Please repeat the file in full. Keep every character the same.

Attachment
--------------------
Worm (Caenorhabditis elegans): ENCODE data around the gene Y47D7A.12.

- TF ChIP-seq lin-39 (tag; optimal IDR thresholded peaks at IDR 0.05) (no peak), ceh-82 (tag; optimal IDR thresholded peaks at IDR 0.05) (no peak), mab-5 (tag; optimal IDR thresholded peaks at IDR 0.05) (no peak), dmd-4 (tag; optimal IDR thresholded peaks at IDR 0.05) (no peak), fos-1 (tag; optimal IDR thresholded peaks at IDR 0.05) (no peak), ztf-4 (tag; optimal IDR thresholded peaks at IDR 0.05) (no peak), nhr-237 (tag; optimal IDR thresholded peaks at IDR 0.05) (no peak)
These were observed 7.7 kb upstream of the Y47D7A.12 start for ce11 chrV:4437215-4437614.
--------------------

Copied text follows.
Worm (Caenorhabditis elegans): ENCODE data around the gene Y47D7A.12.

- TF ChIP-seq lin-39 (tag; optimal IDR thresholded peaks at IDR 0.05) (no peak), ceh-82 (tag; optimal IDR thresholded peaks at IDR 0.05) (no peak), mab-5 (tag; optimal IDR thresholded peaks at IDR 0.05) (no peak), dmd-4 (tag; optimal IDR thresholded peaks at IDR 0.05) (no peak), fos-1 (tag; optimal IDR thresholded peaks at IDR 0.05) (no peak), ztf-4 (tag; optimal IDR thresholded peaks at IDR 0.05) (no peak), nhr-237 (tag; optimal IDR thresholded peaks at IDR 0.05) (no peak)
These were observed 7.7 kb upstream of the Y47D7A.12 start for ce11 chrV:4437215-4437614.